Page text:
Just a few days after that dreaded call from my surgeon telling me that the cyst aspirate which was supposed to be nothing was, in fact, cancer, I went to the hospital for my very first MRI. Besides the whole cancer thing, I’m very healthy, and I’ve never had a broken bone, so I’d never even contemplated the idea of having and MRI. I talked to the people from nuclear medicine and was sure to follow their instructions and get there plenty early, doctor’s order in hand. My surgeon asked if I wanted her to write a script for Xanax, but since I’d never had a problem with claustrophobia, I assured her I’d be fine.
I showed up wearing my favorite white jeans and a pair of high heeled gladiator sandals. Sally and I were going out to lunch after that, and I wanted to feel good about how I looked. (My hair looked great, too. I can remember so many people telling me how beautiful my hair looked. I know they were being nice. But salt in the wound, ok, people?)
Anyway, I should have thought it through a little better. An MRI is basically a giant magnet that they stick you into, so of course, you can’t wear jeans with all the metal rivets and zipper inside. I put on a hospital gown and walked barefoot to the exam room. It gets pretty cold in the exam room, so they wrapped me up like a burrito in warm flannel sheets. My husband (and probably my college roommates!) will tell you that I like it to be cold when I sleep, I’m a shorts and a tee year round kind of girl. The idea of flannel sheets that have been warmed and then tucked in all around me just makes me shudder. Ick. I don’t know why I didn’t say something from the start. For a breast MRI, you lay on your stomach with your arms Superman style ahead of you, so the kind nurse wrapped them up, too. And it’s super loud, so they stick in ear plugs. Then they back you into the tiny tube. At which point I had my first major freak out. I’m pretty sure I was hyperventilating, and this usually unflappable gal had to make the technician extract her from the tube post haste. After a few tears and many apologies, I finally convinced them that I could not go back in the tube all wrapped up like that. So we took off nearly all the blankets (maybe every last one), I took a deep breath, said a quick but fervent prayer, and back in I went. I did relatively well, though by the end of the nearly 40 minute exam, I started to get pretty cold, and was scared to death that my shivering was going to mess up the part when they add contrast, which is “the most critical part” for which you must lay absolutely still. The thought of doing it all again the next day was enough to keep the shivering pretty much at bay, and I managed to get through it.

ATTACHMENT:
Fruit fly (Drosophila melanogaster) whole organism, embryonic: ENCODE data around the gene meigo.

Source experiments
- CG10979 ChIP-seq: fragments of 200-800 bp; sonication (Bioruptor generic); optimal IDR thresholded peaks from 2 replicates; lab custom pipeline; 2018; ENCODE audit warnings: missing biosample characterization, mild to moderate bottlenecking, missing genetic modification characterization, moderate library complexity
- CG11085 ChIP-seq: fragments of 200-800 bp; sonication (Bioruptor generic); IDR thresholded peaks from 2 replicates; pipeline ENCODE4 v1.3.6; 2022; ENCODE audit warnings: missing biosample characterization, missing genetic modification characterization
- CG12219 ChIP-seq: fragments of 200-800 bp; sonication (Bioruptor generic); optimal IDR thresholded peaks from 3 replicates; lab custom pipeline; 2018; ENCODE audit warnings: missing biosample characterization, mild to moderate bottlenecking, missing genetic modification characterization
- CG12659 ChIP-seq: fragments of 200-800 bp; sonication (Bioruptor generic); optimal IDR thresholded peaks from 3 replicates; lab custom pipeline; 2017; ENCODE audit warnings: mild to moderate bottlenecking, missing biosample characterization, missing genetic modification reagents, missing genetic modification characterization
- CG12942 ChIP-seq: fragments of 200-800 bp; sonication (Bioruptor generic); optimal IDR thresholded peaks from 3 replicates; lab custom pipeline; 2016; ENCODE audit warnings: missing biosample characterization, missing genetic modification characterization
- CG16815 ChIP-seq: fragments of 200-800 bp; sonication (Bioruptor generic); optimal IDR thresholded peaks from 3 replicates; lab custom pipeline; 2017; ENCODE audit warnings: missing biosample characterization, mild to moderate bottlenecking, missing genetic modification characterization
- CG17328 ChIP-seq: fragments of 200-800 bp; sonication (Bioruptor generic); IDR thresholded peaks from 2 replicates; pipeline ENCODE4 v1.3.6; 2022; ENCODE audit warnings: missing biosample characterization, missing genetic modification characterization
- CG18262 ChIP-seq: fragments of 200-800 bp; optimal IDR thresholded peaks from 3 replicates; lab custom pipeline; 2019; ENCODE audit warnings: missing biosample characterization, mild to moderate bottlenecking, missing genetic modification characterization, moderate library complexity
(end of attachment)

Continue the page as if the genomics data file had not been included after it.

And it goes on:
The next time I went in for an MRI, I was much more prepared. See, if you wear stretchy pants with no metal parts and socks, you get to leave them on! If I had to go back tomorrow, (which I don’t, for the record) I’d be wearing my fave yoga pants*, a shirt that reminds me I’m strong, and some happy socks. (I don’t own these socks, but if I have to go back in that tube, I think I deserve to be wearing a pair of socks whose brand is Happy Socks.) Dressed all casual and comfy like that, Dior Addict Lip Glow is the way to go– more of a lip balm that looks like my natural lip color, only better.
Oh, and I forgot to include one thing in the picture. The Xanax. If a doctor ever offers you Xanax, you go ahead and take it. My second MRI was so much better, and I’m sure the pants and the socks helped. But also, the Xanax.
*These pants are on sale right now, and I’m fighting the urge to stock up. Seriously, they’re worth every penny.